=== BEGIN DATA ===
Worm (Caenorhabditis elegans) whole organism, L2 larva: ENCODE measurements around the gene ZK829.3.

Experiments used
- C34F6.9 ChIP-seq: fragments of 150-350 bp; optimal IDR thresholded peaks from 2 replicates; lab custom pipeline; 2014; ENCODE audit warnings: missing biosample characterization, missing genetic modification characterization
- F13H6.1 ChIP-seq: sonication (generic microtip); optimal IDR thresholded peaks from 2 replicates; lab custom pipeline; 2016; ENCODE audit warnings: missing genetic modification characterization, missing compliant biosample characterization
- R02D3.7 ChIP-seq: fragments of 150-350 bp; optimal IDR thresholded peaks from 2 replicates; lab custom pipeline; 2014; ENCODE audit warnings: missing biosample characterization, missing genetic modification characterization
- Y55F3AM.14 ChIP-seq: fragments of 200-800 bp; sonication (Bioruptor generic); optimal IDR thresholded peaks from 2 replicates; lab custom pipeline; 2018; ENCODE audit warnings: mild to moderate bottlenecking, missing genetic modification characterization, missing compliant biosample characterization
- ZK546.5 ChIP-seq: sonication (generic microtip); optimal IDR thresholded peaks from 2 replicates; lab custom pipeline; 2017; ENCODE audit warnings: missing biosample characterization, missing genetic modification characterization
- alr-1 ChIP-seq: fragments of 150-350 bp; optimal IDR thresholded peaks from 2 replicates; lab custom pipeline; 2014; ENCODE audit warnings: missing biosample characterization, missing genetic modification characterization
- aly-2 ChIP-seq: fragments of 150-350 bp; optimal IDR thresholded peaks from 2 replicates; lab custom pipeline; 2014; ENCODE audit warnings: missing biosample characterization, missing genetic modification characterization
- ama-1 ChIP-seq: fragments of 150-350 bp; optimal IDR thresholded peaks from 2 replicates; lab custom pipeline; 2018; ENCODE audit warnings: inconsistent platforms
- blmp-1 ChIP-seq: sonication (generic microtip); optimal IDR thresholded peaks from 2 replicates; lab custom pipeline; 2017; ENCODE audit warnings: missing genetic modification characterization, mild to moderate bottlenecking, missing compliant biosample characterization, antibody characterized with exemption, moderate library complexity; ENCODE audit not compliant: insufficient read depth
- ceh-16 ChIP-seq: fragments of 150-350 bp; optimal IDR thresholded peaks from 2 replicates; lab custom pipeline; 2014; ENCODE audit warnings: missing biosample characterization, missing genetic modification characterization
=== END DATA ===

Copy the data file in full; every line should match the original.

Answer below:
Worm (Caenorhabditis elegans) whole organism, L2 larva: ENCODE measurements around the gene ZK829.3.

Experiments used
- C34F6.9 ChIP-seq: fragments of 150-350 bp; optimal IDR thresholded peaks from 2 replicates; lab custom pipeline; 2014; ENCODE audit warnings: missing biosample characterization, missing genetic modification characterization
- F13H6.1 ChIP-seq: sonication (generic microtip); optimal IDR thresholded peaks from 2 replicates; lab custom pipeline; 2016; ENCODE audit warnings: missing genetic modification characterization, missing compliant biosample characterization
- R02D3.7 ChIP-seq: fragments of 150-350 bp; optimal IDR thresholded peaks from 2 replicates; lab custom pipeline; 2014; ENCODE audit warnings: missing biosample characterization, missing genetic modification characterization
- Y55F3AM.14 ChIP-seq: fragments of 200-800 bp; sonication (Bioruptor generic); optimal IDR thresholded peaks from 2 replicates; lab custom pipeline; 2018; ENCODE audit warnings: mild to moderate bottlenecking, missing genetic modification characterization, missing compliant biosample characterization
- ZK546.5 ChIP-seq: sonication (generic microtip); optimal IDR thresholded peaks from 2 replicates; lab custom pipeline; 2017; ENCODE audit warnings: missing biosample characterization, missing genetic modification characterization
- alr-1 ChIP-seq: fragments of 150-350 bp; optimal IDR thresholded peaks from 2 replicates; lab custom pipeline; 2014; ENCODE audit warnings: missing biosample characterization, missing genetic modification characterization
- aly-2 ChIP-seq: fragments of 150-350 bp; optimal IDR thresholded peaks from 2 replicates; lab custom pipeline; 2014; ENCODE audit warnings: missing biosample characterization, missing genetic modification characterization
- ama-1 ChIP-seq: fragments of 150-350 bp; optimal IDR thresholded peaks from 2 replicates; lab custom pipeline; 2018; ENCODE audit warnings: inconsistent platforms
- blmp-1 ChIP-seq: sonication (generic microtip); optimal IDR thresholded peaks from 2 replicates; lab custom pipeline; 2017; ENCODE audit warnings: missing genetic modification characterization, mild to moderate bottlenecking, missing compliant biosample characterization, antibody characterized with exemption, moderate library complexity; ENCODE audit not compliant: insufficient read depth
- ceh-16 ChIP-seq: fragments of 150-350 bp; optimal IDR thresholded peaks from 2 replicates; lab custom pipeline; 2014; ENCODE audit warnings: missing biosample characterization, missing genetic modification characterization